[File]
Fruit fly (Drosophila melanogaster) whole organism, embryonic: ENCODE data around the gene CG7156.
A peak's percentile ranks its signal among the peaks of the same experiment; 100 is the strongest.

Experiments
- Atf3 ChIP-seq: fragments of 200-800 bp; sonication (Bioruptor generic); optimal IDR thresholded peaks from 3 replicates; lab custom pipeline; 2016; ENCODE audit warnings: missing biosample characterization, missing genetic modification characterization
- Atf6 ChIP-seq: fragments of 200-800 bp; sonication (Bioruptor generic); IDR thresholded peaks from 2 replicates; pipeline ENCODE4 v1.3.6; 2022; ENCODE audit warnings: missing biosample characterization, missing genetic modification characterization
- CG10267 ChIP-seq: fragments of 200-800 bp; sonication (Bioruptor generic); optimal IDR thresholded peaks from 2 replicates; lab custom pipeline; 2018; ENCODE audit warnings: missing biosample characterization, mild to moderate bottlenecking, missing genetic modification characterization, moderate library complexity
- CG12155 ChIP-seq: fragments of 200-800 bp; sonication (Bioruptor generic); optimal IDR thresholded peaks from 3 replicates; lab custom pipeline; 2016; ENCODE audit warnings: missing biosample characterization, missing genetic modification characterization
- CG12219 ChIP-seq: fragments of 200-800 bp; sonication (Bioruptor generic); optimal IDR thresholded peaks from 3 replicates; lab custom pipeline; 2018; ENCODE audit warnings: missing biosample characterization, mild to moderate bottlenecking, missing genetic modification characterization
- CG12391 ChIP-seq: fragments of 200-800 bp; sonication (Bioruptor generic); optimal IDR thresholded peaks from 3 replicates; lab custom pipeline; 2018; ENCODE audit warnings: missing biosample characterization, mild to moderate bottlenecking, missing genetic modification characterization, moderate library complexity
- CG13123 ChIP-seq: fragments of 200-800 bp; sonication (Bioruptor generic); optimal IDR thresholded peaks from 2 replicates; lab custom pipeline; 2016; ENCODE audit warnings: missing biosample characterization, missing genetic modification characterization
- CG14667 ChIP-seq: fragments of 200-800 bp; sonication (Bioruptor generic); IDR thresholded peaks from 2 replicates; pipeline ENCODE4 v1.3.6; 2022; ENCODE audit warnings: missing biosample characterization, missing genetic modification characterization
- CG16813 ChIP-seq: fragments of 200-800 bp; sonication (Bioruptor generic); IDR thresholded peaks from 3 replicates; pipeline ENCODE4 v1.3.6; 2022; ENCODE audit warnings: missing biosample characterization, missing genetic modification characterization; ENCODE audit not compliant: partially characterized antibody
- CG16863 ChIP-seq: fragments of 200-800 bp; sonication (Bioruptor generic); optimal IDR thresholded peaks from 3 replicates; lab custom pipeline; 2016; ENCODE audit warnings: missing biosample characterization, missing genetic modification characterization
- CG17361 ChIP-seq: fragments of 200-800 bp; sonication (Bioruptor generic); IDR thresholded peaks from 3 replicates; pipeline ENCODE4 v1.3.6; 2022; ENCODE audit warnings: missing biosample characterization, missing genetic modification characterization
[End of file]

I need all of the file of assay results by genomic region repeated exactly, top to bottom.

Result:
Fruit fly (Drosophila melanogaster) whole organism, embryonic: ENCODE data around the gene CG7156.
A peak's percentile ranks its signal among the peaks of the same experiment; 100 is the strongest.

Experiments
- Atf3 ChIP-seq: fragments of 200-800 bp; sonication (Bioruptor generic); optimal IDR thresholded peaks from 3 replicates; lab custom pipeline; 2016; ENCODE audit warnings: missing biosample characterization, missing genetic modification characterization
- Atf6 ChIP-seq: fragments of 200-800 bp; sonication (Bioruptor generic); IDR thresholded peaks from 2 replicates; pipeline ENCODE4 v1.3.6; 2022; ENCODE audit warnings: missing biosample characterization, missing genetic modification characterization
- CG10267 ChIP-seq: fragments of 200-800 bp; sonication (Bioruptor generic); optimal IDR thresholded peaks from 2 replicates; lab custom pipeline; 2018; ENCODE audit warnings: missing biosample characterization, mild to moderate bottlenecking, missing genetic modification characterization, moderate library complexity
- CG12155 ChIP-seq: fragments of 200-800 bp; sonication (Bioruptor generic); optimal IDR thresholded peaks from 3 replicates; lab custom pipeline; 2016; ENCODE audit warnings: missing biosample characterization, missing genetic modification characterization
- CG12219 ChIP-seq: fragments of 200-800 bp; sonication (Bioruptor generic); optimal IDR thresholded peaks from 3 replicates; lab custom pipeline; 2018; ENCODE audit warnings: missing biosample characterization, mild to moderate bottlenecking, missing genetic modification characterization
- CG12391 ChIP-seq: fragments of 200-800 bp; sonication (Bioruptor generic); optimal IDR thresholded peaks from 3 replicates; lab custom pipeline; 2018; ENCODE audit warnings: missing biosample characterization, mild to moderate bottlenecking, missing genetic modification characterization, moderate library complexity
- CG13123 ChIP-seq: fragments of 200-800 bp; sonication (Bioruptor generic); optimal IDR thresholded peaks from 2 replicates; lab custom pipeline; 2016; ENCODE audit warnings: missing biosample characterization, missing genetic modification characterization
- CG14667 ChIP-seq: fragments of 200-800 bp; sonication (Bioruptor generic); IDR thresholded peaks from 2 replicates; pipeline ENCODE4 v1.3.6; 2022; ENCODE audit warnings: missing biosample characterization, missing genetic modification characterization
- CG16813 ChIP-seq: fragments of 200-800 bp; sonication (Bioruptor generic); IDR thresholded peaks from 3 replicates; pipeline ENCODE4 v1.3.6; 2022; ENCODE audit warnings: missing biosample characterization, missing genetic modification characterization; ENCODE audit not compliant: partially characterized antibody
- CG16863 ChIP-seq: fragments of 200-800 bp; sonication (Bioruptor generic); optimal IDR thresholded peaks from 3 replicates; lab custom pipeline; 2016; ENCODE audit warnings: missing biosample characterization, missing genetic modification characterization
- CG17361 ChIP-seq: fragments of 200-800 bp; sonication (Bioruptor generic); IDR thresholded peaks from 3 replicates; pipeline ENCODE4 v1.3.6; 2022; ENCODE audit warnings: missing biosample characterization, missing genetic modification characterization